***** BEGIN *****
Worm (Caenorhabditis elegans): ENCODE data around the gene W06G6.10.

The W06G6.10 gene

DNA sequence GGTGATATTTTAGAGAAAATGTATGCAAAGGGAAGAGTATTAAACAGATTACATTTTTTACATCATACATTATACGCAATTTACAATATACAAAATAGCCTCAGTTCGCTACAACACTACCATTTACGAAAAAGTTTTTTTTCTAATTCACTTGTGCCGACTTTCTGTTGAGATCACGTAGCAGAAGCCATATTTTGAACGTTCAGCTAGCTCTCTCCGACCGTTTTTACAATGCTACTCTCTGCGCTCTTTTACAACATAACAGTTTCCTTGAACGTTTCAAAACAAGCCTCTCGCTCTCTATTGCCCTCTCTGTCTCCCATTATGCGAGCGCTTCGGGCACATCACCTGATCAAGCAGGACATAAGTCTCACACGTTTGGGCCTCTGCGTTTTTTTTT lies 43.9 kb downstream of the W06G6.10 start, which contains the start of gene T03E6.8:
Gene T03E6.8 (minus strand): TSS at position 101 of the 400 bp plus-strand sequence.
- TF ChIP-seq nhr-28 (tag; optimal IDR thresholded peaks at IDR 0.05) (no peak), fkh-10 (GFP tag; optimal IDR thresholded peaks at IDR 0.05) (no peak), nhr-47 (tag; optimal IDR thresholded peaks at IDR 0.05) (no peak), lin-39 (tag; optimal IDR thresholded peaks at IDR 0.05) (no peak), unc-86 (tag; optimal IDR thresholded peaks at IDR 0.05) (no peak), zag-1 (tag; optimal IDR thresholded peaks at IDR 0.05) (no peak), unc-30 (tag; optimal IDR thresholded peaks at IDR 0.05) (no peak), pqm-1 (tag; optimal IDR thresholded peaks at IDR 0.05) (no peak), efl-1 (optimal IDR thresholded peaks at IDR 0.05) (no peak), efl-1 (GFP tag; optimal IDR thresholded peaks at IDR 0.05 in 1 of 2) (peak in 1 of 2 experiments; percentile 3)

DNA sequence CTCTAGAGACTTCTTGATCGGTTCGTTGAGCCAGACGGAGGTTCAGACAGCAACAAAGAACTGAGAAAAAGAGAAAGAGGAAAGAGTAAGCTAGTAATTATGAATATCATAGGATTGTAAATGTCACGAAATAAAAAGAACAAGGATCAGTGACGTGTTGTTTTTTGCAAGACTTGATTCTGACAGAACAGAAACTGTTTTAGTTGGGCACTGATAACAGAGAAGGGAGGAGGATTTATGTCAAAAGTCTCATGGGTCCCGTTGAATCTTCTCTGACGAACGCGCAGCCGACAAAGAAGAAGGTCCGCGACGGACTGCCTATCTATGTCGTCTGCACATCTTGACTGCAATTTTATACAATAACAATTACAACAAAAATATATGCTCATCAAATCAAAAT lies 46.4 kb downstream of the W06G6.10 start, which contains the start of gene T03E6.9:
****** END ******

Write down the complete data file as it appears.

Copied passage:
Worm (Caenorhabditis elegans): ENCODE data around the gene W06G6.10.

The W06G6.10 gene

DNA sequence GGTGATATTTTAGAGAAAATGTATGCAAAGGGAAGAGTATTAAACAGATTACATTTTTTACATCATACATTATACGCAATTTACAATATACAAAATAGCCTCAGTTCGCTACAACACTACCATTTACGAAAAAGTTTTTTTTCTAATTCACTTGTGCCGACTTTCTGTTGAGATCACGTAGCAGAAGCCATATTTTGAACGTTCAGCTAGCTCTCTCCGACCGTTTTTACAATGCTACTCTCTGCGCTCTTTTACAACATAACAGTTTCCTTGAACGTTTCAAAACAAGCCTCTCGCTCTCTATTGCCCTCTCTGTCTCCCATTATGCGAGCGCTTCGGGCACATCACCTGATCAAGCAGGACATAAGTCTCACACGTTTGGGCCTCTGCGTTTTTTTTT lies 43.9 kb downstream of the W06G6.10 start, which contains the start of gene T03E6.8:
Gene T03E6.8 (minus strand): TSS at position 101 of the 400 bp plus-strand sequence.
- TF ChIP-seq nhr-28 (tag; optimal IDR thresholded peaks at IDR 0.05) (no peak), fkh-10 (GFP tag; optimal IDR thresholded peaks at IDR 0.05) (no peak), nhr-47 (tag; optimal IDR thresholded peaks at IDR 0.05) (no peak), lin-39 (tag; optimal IDR thresholded peaks at IDR 0.05) (no peak), unc-86 (tag; optimal IDR thresholded peaks at IDR 0.05) (no peak), zag-1 (tag; optimal IDR thresholded peaks at IDR 0.05) (no peak), unc-30 (tag; optimal IDR thresholded peaks at IDR 0.05) (no peak), pqm-1 (tag; optimal IDR thresholded peaks at IDR 0.05) (no peak), efl-1 (optimal IDR thresholded peaks at IDR 0.05) (no peak), efl-1 (GFP tag; optimal IDR thresholded peaks at IDR 0.05 in 1 of 2) (peak in 1 of 2 experiments; percentile 3)

DNA sequence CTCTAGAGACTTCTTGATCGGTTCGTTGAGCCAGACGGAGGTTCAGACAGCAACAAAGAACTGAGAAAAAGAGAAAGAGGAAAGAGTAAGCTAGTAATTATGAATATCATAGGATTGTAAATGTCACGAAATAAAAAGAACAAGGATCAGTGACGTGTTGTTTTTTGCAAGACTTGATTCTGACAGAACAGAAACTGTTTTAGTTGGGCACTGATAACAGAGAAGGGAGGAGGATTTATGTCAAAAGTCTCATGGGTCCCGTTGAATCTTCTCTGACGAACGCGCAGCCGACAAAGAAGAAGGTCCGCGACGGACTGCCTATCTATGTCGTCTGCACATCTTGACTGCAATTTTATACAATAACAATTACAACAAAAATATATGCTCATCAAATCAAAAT lies 46.4 kb downstream of the W06G6.10 start, which contains the start of gene T03E6.9: